The state of the State
A major birthday has come and gone. I, for one, am glad it’s gone. The new 40 this one is not.
In three days, the weather has gone from sunshine and autumn leaves to dark skies and snow in the Cascades.
October was filled with wonderful friends… and art. Portland Art Museum provided two worthwhile openings. The first features three generations of Wyeths–Nathaniel, Andrew, and Jamie–all great and distinctive American artists whose work was and is timeless and transformative. Opening just one week later, the Laika exhibit features the inspired work and craftsmanship of the Laika Studios in Hillsboro, Oregon, which specializes in stop-motion animation feature films and employs tons of creative people. How I would have loved to work there!
The dreaded birthday turned out to be super special. Wonderful meals, treats, and togetherness. A very special getaway to Central Oregon, a dear friend’s ranch, with five friends. My first visit to Smith Rock State Park. And an upcoming, once in a lifetime trip, with my daughter. Life is good, y’all.
The State of the Novel
Never mind the pleasant distractions, the novel is going well. I am halfway through the first draft, 55,000 words. It may be more than halfway, but it’s hard to tell. This is always the trickiest part–building the tension toward a logical conclusion.
In my meditation reading today, the topic was FLOW. Flow is actually a spiritual place, according to the reading. When you experience Flow, you are where you are supposed to be with the Spirit. The reason I keep writing (believe me, it is not because I’m getting rich doing this) is because of Flow. I call it the sweet spot–when everything around me vanishes, when there is no concept of time, where my hands are on the keyboard and I am totally present in the story. Totally present. There is no burning bush, not even a puff of smoke. It’s simply where I am supposed to be.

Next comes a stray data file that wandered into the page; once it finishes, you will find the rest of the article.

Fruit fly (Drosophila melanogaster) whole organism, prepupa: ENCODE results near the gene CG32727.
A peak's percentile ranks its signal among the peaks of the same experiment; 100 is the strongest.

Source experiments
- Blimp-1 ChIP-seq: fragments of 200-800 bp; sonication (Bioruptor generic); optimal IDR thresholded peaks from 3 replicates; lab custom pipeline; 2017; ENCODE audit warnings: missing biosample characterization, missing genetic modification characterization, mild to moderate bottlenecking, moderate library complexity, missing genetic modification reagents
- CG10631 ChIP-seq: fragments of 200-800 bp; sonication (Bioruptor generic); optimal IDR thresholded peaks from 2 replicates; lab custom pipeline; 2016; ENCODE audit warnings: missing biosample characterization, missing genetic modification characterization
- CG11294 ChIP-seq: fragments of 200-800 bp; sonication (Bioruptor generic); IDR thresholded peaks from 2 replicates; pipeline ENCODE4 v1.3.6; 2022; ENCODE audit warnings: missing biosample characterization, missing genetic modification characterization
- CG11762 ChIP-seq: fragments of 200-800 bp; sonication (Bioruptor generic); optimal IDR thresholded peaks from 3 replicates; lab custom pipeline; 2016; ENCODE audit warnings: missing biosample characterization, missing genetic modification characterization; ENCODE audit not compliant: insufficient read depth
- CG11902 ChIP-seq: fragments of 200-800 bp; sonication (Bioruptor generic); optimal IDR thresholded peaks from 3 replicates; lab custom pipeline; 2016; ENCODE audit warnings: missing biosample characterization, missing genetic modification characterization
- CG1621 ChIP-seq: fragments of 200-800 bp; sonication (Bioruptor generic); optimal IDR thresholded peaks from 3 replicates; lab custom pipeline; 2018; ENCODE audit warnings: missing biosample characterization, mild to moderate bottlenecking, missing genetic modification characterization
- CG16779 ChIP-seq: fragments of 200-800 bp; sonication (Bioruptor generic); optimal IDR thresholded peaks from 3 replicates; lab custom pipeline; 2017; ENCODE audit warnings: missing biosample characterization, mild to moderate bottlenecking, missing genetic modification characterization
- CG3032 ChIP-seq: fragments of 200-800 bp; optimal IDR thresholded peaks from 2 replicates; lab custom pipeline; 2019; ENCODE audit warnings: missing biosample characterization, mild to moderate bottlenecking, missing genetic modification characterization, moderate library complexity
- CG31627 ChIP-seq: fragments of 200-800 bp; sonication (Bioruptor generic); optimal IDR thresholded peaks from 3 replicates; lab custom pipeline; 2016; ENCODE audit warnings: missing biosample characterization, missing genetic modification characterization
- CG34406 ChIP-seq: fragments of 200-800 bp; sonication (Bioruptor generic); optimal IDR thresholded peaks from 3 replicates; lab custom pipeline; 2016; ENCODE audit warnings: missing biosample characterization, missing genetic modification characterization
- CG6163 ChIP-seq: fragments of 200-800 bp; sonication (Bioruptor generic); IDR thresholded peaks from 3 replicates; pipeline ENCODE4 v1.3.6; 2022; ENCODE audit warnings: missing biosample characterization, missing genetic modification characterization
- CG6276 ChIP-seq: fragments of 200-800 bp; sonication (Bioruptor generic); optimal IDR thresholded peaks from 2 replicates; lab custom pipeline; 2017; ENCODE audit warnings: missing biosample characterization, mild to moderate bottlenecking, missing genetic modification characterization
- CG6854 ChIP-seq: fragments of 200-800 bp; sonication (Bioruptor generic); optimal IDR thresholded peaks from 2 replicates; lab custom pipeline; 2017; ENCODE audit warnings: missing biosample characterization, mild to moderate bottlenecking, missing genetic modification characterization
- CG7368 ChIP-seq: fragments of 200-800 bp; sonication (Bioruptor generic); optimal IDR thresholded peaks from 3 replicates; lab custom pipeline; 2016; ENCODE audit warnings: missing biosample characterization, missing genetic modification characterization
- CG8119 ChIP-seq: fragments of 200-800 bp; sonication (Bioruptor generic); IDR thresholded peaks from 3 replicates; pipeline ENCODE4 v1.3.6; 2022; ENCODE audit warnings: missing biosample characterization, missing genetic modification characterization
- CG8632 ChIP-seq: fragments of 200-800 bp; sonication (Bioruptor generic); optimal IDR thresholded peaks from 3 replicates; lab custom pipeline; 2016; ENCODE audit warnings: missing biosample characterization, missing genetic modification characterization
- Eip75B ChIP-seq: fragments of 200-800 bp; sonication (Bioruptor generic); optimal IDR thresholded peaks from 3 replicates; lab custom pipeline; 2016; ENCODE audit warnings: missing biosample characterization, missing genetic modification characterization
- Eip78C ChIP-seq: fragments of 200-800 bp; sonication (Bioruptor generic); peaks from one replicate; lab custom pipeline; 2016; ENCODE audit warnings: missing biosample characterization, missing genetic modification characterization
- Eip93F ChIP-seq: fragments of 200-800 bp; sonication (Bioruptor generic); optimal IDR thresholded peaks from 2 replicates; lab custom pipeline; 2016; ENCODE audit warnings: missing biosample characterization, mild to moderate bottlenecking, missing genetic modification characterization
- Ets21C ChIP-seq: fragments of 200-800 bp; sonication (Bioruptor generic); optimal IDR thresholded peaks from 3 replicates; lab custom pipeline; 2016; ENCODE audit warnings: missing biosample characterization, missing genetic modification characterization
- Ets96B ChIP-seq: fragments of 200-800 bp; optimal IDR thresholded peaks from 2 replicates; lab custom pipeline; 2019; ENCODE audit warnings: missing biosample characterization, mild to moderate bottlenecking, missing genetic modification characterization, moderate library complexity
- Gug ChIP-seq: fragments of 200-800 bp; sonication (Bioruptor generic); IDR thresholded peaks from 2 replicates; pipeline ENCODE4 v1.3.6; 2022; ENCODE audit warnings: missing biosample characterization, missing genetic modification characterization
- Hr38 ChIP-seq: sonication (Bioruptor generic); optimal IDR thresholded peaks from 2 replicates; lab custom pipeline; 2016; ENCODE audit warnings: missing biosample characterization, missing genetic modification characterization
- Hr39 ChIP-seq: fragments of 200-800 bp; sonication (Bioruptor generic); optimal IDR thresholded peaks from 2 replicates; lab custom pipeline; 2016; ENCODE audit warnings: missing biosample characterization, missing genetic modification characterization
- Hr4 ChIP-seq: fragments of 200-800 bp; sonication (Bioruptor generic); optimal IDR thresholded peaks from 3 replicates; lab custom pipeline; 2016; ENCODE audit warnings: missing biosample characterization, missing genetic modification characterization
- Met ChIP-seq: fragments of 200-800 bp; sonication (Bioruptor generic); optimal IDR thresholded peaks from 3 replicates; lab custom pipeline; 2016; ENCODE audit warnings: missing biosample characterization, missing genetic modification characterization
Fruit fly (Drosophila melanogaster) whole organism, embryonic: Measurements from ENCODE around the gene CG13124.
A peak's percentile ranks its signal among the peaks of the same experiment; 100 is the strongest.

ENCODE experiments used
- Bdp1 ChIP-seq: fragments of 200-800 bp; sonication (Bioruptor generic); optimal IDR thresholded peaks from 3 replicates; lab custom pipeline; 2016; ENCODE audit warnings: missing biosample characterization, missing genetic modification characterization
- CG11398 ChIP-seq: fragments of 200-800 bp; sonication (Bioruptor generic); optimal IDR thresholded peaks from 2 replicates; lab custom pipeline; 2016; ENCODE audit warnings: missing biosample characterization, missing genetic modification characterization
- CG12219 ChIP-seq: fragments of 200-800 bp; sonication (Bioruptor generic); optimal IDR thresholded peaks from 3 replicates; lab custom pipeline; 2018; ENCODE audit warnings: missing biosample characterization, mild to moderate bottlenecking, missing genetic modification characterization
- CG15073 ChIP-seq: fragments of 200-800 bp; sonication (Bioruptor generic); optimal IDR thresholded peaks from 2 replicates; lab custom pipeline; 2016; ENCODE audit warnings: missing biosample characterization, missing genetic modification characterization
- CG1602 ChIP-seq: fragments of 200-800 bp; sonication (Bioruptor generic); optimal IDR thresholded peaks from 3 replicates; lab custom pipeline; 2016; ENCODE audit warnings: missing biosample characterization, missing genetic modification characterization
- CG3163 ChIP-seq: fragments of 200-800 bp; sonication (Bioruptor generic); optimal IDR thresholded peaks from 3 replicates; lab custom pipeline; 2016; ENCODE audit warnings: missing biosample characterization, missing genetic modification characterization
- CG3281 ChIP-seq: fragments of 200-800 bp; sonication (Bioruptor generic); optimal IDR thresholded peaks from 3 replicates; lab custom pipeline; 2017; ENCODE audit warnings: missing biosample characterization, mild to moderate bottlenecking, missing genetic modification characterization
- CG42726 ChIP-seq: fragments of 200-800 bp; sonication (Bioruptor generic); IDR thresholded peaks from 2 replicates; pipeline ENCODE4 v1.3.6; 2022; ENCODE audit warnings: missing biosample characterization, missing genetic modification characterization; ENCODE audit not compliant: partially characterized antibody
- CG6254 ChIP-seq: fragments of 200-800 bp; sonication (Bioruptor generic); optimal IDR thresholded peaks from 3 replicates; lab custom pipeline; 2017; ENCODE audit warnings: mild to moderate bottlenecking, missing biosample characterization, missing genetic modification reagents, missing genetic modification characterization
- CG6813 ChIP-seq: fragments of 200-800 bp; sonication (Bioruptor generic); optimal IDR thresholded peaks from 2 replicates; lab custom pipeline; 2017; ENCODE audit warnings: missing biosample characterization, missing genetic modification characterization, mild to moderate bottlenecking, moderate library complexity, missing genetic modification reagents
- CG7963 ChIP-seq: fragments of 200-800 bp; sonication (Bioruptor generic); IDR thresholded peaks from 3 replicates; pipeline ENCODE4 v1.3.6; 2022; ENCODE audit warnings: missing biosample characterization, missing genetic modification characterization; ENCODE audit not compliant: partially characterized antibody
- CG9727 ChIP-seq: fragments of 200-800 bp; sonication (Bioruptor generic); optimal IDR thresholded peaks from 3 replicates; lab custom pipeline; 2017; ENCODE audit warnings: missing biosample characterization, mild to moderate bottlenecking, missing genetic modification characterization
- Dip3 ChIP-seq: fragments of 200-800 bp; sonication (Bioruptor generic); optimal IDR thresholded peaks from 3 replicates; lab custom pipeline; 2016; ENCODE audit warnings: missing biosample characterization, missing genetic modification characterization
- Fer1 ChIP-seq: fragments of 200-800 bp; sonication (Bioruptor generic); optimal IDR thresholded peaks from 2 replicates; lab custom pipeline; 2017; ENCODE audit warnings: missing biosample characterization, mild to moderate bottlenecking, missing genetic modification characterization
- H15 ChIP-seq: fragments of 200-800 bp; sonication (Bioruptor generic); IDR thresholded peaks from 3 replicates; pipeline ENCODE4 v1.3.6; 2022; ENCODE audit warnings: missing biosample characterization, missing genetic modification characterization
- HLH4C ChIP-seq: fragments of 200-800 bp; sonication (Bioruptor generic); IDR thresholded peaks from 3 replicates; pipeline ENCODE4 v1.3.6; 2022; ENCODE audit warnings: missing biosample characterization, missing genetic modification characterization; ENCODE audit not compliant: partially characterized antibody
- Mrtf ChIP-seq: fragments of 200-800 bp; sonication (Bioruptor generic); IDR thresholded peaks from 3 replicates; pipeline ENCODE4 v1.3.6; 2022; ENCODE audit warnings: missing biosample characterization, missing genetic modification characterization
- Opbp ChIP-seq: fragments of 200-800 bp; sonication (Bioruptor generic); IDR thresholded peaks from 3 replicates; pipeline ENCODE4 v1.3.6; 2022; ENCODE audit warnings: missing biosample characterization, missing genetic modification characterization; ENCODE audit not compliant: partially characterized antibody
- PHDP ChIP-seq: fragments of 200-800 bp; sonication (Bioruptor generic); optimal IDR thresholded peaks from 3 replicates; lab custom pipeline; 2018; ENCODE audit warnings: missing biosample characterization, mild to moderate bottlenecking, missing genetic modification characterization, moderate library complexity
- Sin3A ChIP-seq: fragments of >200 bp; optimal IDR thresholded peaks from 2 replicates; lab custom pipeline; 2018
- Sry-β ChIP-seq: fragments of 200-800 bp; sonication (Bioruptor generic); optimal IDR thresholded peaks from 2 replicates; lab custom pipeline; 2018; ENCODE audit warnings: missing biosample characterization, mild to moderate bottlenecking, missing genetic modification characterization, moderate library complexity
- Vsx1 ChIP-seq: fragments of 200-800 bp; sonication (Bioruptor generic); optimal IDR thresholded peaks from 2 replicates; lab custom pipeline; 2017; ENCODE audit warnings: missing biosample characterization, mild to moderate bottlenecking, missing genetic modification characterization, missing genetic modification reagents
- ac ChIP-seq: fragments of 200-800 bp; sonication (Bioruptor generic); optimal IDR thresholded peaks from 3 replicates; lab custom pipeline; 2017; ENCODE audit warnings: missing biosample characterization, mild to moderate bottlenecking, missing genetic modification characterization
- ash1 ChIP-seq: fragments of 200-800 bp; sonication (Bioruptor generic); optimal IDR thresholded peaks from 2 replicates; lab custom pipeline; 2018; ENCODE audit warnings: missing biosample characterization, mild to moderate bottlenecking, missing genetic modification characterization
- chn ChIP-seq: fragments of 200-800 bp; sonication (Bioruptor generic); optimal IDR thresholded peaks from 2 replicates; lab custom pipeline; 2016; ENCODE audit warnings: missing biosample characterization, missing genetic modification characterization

To a lesser degree, I enjoy Flow when I am cooking or gardening. And especially when traveling. Given the world we live in, being present is not something we humans do easily. And yet, if one were to slow down and look at it, the present really is just that. A gift.
Four very fine books to tell you about this month. Sue Grafton is coming to the end of her run of alphabet mysteries with Y is for Yesterday, in which a crime committed in the past rears its ugly head in Santa Teresa. The plot centers around the murder of a high school girl by her peers, and is an engaging mystery.
Killers of the Flower Moon: The Osage Murders and the Birth of the FBI by David Grann is a disturbing tale of a bunch of despicable, greedy white men plotting against members of the Osage tribe who owned land in Oklahoma rich with oil. It is a fascinating read, and was a finalist for the National Book Award.
Glass Houses, Louise Penny’s book #13 in the Three Pines/Armand Gamache series, is definitely one of her best–an intricate weaving of current events in a small Quebec village that isn’t on any maps. Penny’s unique series combines a safe-haven fantasy world for adults, earthy and distinct characters, and crime procedural. This one has a particularly shocking conclusion!
Al Franken Giant of the Senate by Minnesota Senator Al Franken, former Saturday Night Live star and Air America host, is an insider’s guide to the craziness that is Washington, D.C. these days. I found Franken’s first senatorial campaign to be nearly as much of an eye-opener he did. Both of us learned the shrewd art of pivoting. And, you can’t beat the senator for a good one-liner!
Until next time, dear friends, don’t let the world get you down.